Gen-X, Gen-Y, and the Church

By Kersley Fitzgerald

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Around some circles, the issue of the day appears to be the blog post by Rachel Held Evans on why Millennials are leaving the church. Her basic premise is that it's because Millennials can't find Jesus there. Church is a bunch of rules without any reason. Not enough compassion, acceptance, or concern about social issues. In her article, she specifically asserts this is a Gen-Y issue, and not Gen-X.

There have been myriad counter-proposals to why 20- and 30-year-olds are leaving the church. Jim Allen says it's because of the apostasy—in large part, the role of emotionalism in evangelism. Hermant Mehta says atheism is drawing them away. My friend Alan Cross says it's because Millennials have grown up thinking the world is all about them. Richard Beck says it's because Millennials have so much access to social media that they don't need the fellowship of church. Meanwhile, Brad Wright says not to worry; it's temporary.

Lots of ideas. Probably all of them have some truth in them. But here's another:

Where Gen-Xers are too depressing, Millennials are too idealistic.

If I were to list off my Gen-X credentials, it would read even more convincing than Paul's resume in Philippians 3:4-6. I have friends across the spectrum, though. And it strikes me recently how much Millennials and the Boomer generations have in common in one particular area: they have unrealistic expectations of institutions and individuals. On my Facebook FList, it is the generations I'm sandwiched between who post the most political rants. They complain about the government, specific politicians, and how the world is going to hell in a hand basket.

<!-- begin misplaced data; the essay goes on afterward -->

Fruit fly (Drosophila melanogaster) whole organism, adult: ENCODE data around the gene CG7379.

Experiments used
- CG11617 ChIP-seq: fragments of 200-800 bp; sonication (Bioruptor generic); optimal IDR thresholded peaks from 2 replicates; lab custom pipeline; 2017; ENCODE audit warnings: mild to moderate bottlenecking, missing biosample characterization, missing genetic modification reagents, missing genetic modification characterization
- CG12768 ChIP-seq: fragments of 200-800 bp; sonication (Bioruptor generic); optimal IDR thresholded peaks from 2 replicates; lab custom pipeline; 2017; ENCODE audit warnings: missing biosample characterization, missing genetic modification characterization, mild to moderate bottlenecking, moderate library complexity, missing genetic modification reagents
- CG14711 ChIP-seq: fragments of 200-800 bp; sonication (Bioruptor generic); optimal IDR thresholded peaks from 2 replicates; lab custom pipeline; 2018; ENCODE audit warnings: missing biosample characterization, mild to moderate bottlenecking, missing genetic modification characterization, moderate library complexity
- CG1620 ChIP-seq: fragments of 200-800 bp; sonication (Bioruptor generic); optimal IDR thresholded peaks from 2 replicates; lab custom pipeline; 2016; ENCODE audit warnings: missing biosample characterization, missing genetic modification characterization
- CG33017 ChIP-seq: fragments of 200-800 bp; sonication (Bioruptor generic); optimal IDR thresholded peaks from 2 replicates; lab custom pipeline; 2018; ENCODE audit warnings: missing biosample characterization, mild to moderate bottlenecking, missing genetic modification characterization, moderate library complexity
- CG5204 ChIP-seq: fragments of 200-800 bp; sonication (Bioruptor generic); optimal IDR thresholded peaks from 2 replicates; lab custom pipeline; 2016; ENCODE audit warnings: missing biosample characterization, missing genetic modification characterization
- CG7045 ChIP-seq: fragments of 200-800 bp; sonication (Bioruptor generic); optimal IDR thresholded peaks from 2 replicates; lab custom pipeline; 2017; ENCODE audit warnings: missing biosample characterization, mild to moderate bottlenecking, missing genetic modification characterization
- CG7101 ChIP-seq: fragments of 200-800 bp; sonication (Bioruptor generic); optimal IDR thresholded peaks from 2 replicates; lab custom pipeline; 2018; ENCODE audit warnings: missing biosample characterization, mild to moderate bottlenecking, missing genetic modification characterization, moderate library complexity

My Gen-X friends post about their families and, occasionally, the specific social issues they are interested in.

This is not universal, in that generational viewpoints do not strictly follow birth years. Dev, who was born in 1966, had a very different childhood than I did, and often takes the path of the Boomer. It more follows the generations my friends most closely identify with.

So, how does this play out? Everyone knows the sad story of the Gen-Xers: latch-key kids, broken homes, cynical to a fault, distrust authority, independent—but hard working and very loyal to family and close friends. Millennials, on the other hand, had a fairly easy childhood. Their parents saw the mistakes made by the parents of Gen-Xers and perhaps over-compensated. Instead of coming home to an empty house, Millennials loaded in the minivan for soccer practice. Instead of "vacations" to grandma's, they went on family extravaganzas. Instead of three networks, one local station, and PBS, they had their pick of cartoons any hour of the day. And there's the social media. Groups of like-minded friends available at the click of a button.

I think that's the rub there. Gen-Xers, whiney as we are, are used to being on our own. Our work, entertainment, and beliefs are influenced by a few, but we've had to decide for ourselves. We have small packs of family and close friends; Millennials have tribes. We are used to being surrounded by people who think differently than we do; Millennials are engulfed by great groups of those with shared experiences. Gen-X, once we finally decide on a social cause, work and give quietly to help others; Millennials blast the world with Kony 2012.

Part 2

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Published 8-6-13